6. ^ Okolski, herbu Rawicz, Szymon (15 September 1643). "RADWAN alias WIRBO". ORBIS POLONUS (in Latin). Kraków, Kraków voivodeship, Lesser Poland province, Kingdom of Poland and the Grand Duchy of Lithuania: Franciscus Caesarius. II: 564. Archived from the original on 8 June 2017. Retrieved 8 June 2017. LINEA FAMILIAE RADWAN
  7. ^ Okolski, herbu Rawicz, Szymon (15 September 1643). "RADWAN alias WIRBOW". ORBIS POLONUS (in Latin). Kraków, Kraków voivodeship, Lesser Poland province, Kingdom of Poland and the Grand Duchy of Lithuania: Franciscus Caesarius. II: 572. Archived from the original on 8 June 2017. Retrieved 8 June 2017. Dąbrowfcij, cognominati Zedlowie ...
  8. ^ Boniecki (Fredro-Boniecki), herbu Bończa, Adam Józef Feliks (1901). "DĄBROWSCY h. RADWAN z Dąbrówki" (online book). HERBARZ POLSKI - CZĘŚĆ I.; WIADOMOŚCI HISTORYCZNO-GENEALOGICZNE O RODACH SZLACHECKICH. Warsaw, Warsaw governorate, Vistula land (Russian POLAND), Russian Empire: Gebethner i Wolff. IV.: 147. DĄBROWSCY h. RADWAN z Dąbrówki pod Piasecznem, w ziemi warszawskiej, w różnych stronach osiedli, przeważnie w ziemi rożańskiej. Przydomek ich „Żądło“. Żyjący w połowie XV-go wieku Jakób z Dąbrówki, ...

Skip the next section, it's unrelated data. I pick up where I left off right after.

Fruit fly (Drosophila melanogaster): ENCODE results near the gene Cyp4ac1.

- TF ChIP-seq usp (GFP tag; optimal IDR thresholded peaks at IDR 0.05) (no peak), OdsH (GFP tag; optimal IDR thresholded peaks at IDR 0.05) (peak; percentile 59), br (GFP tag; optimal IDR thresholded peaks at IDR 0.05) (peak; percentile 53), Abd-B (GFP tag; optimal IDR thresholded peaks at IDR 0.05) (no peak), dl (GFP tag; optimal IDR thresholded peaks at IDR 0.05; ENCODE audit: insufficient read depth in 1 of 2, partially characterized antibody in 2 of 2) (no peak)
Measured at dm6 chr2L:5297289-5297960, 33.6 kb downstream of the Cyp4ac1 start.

9. ^ (Zdrada 1973, pp. 9–10).
  10. ^ (Lerski 1996, p. 103)
  11. ^ Petit Robert: Noms Propres
  12. ^ (Milza 2009, p. 394)
  13. ^ Horne, Alistair. The Fall of Paris. New York: St. Martin's Press. p. 380.
  14. ^ (Billington 1980, p. 613)
  15. ^ (Dufour 1867, p. 109)
  16. ^ (Friedl 2010)
  17. ^ "Wojskowa Akademia Techniczna Warszawa ul. Gen. Sylwestra Kaliskiego 2". szkolnictwo.pl.

Bibliography[edit]